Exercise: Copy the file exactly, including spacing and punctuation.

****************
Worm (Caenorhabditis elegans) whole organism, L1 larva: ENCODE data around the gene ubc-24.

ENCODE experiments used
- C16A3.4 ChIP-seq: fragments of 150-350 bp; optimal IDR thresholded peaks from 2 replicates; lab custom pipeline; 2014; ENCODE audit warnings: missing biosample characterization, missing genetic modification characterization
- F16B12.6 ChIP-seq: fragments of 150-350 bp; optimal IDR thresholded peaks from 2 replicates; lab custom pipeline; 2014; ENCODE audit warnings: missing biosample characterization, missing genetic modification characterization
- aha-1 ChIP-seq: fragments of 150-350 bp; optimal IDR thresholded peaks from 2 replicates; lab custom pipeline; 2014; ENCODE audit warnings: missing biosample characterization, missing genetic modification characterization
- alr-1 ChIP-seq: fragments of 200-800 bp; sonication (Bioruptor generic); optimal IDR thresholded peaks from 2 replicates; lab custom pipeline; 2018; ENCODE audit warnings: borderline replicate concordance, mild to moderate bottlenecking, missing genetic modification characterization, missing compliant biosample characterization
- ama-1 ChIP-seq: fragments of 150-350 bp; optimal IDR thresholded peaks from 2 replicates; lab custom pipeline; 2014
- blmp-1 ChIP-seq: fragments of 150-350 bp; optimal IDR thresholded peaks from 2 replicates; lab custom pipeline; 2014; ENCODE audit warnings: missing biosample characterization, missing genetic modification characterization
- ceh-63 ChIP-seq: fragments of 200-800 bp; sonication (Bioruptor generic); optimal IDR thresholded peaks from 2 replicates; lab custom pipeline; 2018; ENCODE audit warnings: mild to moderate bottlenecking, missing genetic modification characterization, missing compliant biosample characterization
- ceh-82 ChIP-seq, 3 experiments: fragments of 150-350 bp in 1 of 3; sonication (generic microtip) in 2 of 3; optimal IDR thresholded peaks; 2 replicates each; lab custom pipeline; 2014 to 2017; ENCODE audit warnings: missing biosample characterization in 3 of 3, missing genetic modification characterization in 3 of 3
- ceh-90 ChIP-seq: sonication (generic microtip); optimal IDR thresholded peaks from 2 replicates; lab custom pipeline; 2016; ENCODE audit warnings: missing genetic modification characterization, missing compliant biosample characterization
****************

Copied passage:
Worm (Caenorhabditis elegans) whole organism, L1 larva: ENCODE data around the gene ubc-24.

ENCODE experiments used
- C16A3.4 ChIP-seq: fragments of 150-350 bp; optimal IDR thresholded peaks from 2 replicates; lab custom pipeline; 2014; ENCODE audit warnings: missing biosample characterization, missing genetic modification characterization
- F16B12.6 ChIP-seq: fragments of 150-350 bp; optimal IDR thresholded peaks from 2 replicates; lab custom pipeline; 2014; ENCODE audit warnings: missing biosample characterization, missing genetic modification characterization
- aha-1 ChIP-seq: fragments of 150-350 bp; optimal IDR thresholded peaks from 2 replicates; lab custom pipeline; 2014; ENCODE audit warnings: missing biosample characterization, missing genetic modification characterization
- alr-1 ChIP-seq: fragments of 200-800 bp; sonication (Bioruptor generic); optimal IDR thresholded peaks from 2 replicates; lab custom pipeline; 2018; ENCODE audit warnings: borderline replicate concordance, mild to moderate bottlenecking, missing genetic modification characterization, missing compliant biosample characterization
- ama-1 ChIP-seq: fragments of 150-350 bp; optimal IDR thresholded peaks from 2 replicates; lab custom pipeline; 2014
- blmp-1 ChIP-seq: fragments of 150-350 bp; optimal IDR thresholded peaks from 2 replicates; lab custom pipeline; 2014; ENCODE audit warnings: missing biosample characterization, missing genetic modification characterization
- ceh-63 ChIP-seq: fragments of 200-800 bp; sonication (Bioruptor generic); optimal IDR thresholded peaks from 2 replicates; lab custom pipeline; 2018; ENCODE audit warnings: mild to moderate bottlenecking, missing genetic modification characterization, missing compliant biosample characterization
- ceh-82 ChIP-seq, 3 experiments: fragments of 150-350 bp in 1 of 3; sonication (generic microtip) in 2 of 3; optimal IDR thresholded peaks; 2 replicates each; lab custom pipeline; 2014 to 2017; ENCODE audit warnings: missing biosample characterization in 3 of 3, missing genetic modification characterization in 3 of 3
- ceh-90 ChIP-seq: sonication (generic microtip); optimal IDR thresholded peaks from 2 replicates; lab custom pipeline; 2016; ENCODE audit warnings: missing genetic modification characterization, missing compliant biosample characterization